Assume now that PriceRatio=f(x)-32 Σi=0nΣk+0miXiXbx)=1.046 for the 2009 Ford Econoline Cargo Van, E-150 Commercial, in this case Average Price Paid=DealerCost*1.046=$24,752. At this point, if there were any currently available incentives available for the 2009 Ford Econoline Cargo Van, E-150 Commercial with no options adjustments can be made. In this example, there may not be. However, if there were, for example, $1,500 in consumer incentives and $500 in dealer incentives, the prices can be rescaled based on these incentives. Thus, in this scenario, average price paid adjusted=$24,752−$1,500−0.30(500)=$23,102, presuming this vehicle has historically had a 30% passthrough rate.

Turning briefly to FIGS. 7A and 7B one example of interfaces which may be used by a vehicle data system to present such pricing information to a user are depicted. In particular, FIG. 7A is an interface presenting the determined Actual Dealer Cost, Factory Invoice, Average Paid (average price paid) and sticker price for a 2009 Ford Econoline Cargo Van, E-150 Commercial on a national level while FIG. 7B is an interface presenting identical data at a local level.

Accordingly, for this particular example, the case of the 2009 Ford Econoline Cargo Van, E-150 Commercial, the breakout of prices is that the top end of the “good” price range can now calculated as: “good” and “great” ranges are computed as follows: “good” extends from the min(median(P), mean(P)) down to one-half standard deviation below the mean price over recent transactions. The “great” price range extends from one-half standard deviation below the mean and lower. So, for the Econoline in this example, with no options: Average price=$24,752 nationally, the upper end of the “good” price range=$24,700 (the median of the data in this example) and the upper end of the “great” price range=24752−0.5*σb=24752−0.5(828)=$24,338.

A Gaussian curve can then be fit parametrically to the actual price distributions of the historical transaction data corresponding to the 2009 Ford Econoline Cargo Van, E-150 Commercial to produce embodiments of the visual display depicted in FIGS. 8A and 8B. Here, FIG. 8A is an interface visually presenting the national level price distribution for the 2009 Ford Econoline Cargo Van, E-150 Commercial after the Gaussian curve fitting process where the price points “Actual Dealer Cost”, “Factory Invoice”, “Average Paid” (average price paid) and “Sticker Price” for a 2009 Ford Econoline Cargo Van, E-150 Commercial are indicated relative to the price curve depicting the pricing distributions for the 2009 Ford Econoline Cargo Van, E-150 Commercial. Additionally, the “good” and “great,” and “overpriced” price ranges are indicated in relation to the presented pricing curve. FIG. 8B presents a similar pricing curve related to local level data for the same vehicle.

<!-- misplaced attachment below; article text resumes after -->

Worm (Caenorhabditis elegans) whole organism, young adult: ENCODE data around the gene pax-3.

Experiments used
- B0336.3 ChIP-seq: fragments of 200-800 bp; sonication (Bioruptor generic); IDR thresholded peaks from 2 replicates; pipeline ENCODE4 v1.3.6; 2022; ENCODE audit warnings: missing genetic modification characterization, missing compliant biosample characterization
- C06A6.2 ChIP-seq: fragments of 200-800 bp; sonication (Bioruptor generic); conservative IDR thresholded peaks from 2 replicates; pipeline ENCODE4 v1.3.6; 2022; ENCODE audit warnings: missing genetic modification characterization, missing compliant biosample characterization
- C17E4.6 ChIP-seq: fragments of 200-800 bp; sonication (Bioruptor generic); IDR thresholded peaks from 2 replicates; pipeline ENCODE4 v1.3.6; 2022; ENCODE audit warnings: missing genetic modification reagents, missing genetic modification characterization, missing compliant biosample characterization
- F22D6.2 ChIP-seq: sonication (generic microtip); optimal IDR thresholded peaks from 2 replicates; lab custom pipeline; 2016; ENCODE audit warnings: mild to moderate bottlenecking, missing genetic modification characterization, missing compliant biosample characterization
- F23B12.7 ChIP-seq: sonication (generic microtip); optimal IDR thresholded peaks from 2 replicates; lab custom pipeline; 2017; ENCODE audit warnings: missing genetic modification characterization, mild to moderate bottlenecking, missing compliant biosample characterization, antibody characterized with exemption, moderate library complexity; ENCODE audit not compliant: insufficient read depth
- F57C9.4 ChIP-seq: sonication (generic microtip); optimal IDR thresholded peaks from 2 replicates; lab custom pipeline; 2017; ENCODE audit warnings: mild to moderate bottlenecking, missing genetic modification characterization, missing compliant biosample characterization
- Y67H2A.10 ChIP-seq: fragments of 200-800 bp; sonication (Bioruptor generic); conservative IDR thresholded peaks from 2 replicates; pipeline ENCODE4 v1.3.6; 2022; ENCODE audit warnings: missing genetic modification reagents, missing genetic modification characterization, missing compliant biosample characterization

It may be illustrative of the power and efficacy of embodiments of the present invention to discuss in more detail embodiments of various interfaces which may be employed in conjunction with embodiments of a vehicle data system. Referring to FIGS. 9A-9D embodiments of interfaces for obtaining vehicle configuration information and the presentation of pricing data. In particular, referring first to FIG. 9A, at this point a user may have selected a 2009 Dodge Charger 4dr Sedan R/T AWD and is presented interface 1500 to allow a user to specify his desired vehicle configuration in more detail through the selection of one or more attributes. Notice that interface 1500 presents the user with both the invoice and sticker prices associated with each of the attribute which the user may select.

Once the user has selected any of the desired attributes he may be presented with an embodiment of interface 1510 such as that depicted in FIG. 9B, where the user may be allowed to select one or more currently available incentives associated with selected vehicle configuration (in this case a 2009 Dodge Charger 4dr Sedan R/T AWD). In certain embodiment, the vehicle data system may access any currently available incentives corresponding to the user's specified vehicle configuration and present interface 1510 utilizing the obtained currently available incentives to allow a user to select zero or more of the available incentives. Notice here that one of the presented incentives comprises a $4500 cash amount. Suppose for purposes of the remainder of this example that the user selects this $4500 incentive.

Moving now to FIG. 9C, an embodiment of an interface presenting pricing information associated with selected vehicle configuration (in this case a 2009 Dodge Charger 4dr Sedan R/T AWD) is depicted. Notice here that the interface specifically notes that the prices shown include the $4500 in consumer incentives selected by the user with respect to interface 1510 in this example.